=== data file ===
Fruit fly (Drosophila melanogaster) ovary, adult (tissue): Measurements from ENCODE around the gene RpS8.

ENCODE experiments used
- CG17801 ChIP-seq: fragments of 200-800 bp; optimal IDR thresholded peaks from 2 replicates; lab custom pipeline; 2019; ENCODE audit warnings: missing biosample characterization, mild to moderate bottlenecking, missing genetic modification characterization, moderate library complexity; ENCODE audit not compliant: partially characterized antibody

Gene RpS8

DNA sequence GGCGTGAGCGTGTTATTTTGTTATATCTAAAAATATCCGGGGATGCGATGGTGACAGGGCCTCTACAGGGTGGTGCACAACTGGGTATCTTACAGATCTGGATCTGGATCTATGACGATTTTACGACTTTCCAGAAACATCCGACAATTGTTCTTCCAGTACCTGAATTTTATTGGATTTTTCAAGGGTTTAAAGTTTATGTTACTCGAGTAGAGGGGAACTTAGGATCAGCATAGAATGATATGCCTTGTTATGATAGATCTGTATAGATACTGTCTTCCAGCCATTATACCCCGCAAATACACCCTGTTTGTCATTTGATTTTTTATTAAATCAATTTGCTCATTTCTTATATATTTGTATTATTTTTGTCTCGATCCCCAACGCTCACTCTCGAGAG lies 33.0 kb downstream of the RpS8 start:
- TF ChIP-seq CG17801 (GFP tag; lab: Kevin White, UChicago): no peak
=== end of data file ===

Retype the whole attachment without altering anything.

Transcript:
Fruit fly (Drosophila melanogaster) ovary, adult (tissue): Measurements from ENCODE around the gene RpS8.

ENCODE experiments used
- CG17801 ChIP-seq: fragments of 200-800 bp; optimal IDR thresholded peaks from 2 replicates; lab custom pipeline; 2019; ENCODE audit warnings: missing biosample characterization, mild to moderate bottlenecking, missing genetic modification characterization, moderate library complexity; ENCODE audit not compliant: partially characterized antibody

Gene RpS8

DNA sequence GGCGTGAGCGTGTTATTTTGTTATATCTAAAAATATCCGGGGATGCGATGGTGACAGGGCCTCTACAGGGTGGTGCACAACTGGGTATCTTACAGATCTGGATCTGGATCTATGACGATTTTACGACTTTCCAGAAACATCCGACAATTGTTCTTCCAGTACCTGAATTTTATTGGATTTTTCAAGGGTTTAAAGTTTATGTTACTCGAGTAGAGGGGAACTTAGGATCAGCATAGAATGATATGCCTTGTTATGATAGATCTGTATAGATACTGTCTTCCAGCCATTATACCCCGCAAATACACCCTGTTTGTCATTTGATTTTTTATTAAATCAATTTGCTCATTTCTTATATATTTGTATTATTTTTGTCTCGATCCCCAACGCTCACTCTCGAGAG lies 33.0 kb downstream of the RpS8 start:
- TF ChIP-seq CG17801 (GFP tag; lab: Kevin White, UChicago): no peak